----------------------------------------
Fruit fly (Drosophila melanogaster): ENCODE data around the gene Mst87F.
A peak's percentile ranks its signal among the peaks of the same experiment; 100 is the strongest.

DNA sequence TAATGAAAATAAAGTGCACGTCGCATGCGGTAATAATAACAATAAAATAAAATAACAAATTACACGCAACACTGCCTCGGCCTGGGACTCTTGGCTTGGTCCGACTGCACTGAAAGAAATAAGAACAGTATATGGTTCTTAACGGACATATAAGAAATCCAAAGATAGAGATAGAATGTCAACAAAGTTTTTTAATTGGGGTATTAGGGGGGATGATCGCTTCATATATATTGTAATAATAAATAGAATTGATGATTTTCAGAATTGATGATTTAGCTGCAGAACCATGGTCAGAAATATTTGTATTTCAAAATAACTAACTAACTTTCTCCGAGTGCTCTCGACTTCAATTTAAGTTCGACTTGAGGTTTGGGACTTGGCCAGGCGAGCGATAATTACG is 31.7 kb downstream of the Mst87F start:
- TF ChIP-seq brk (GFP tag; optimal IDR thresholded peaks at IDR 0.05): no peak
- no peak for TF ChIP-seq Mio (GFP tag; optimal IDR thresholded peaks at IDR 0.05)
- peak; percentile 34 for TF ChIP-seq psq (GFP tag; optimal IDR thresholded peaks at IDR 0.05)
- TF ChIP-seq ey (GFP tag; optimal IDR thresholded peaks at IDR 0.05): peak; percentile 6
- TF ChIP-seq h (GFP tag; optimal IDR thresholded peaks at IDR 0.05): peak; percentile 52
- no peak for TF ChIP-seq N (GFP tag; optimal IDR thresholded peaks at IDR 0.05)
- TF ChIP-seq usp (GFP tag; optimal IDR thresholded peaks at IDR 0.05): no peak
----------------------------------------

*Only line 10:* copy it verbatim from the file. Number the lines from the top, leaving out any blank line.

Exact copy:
- TF ChIP-seq usp (GFP tag; optimal IDR thresholded peaks at IDR 0.05): no peak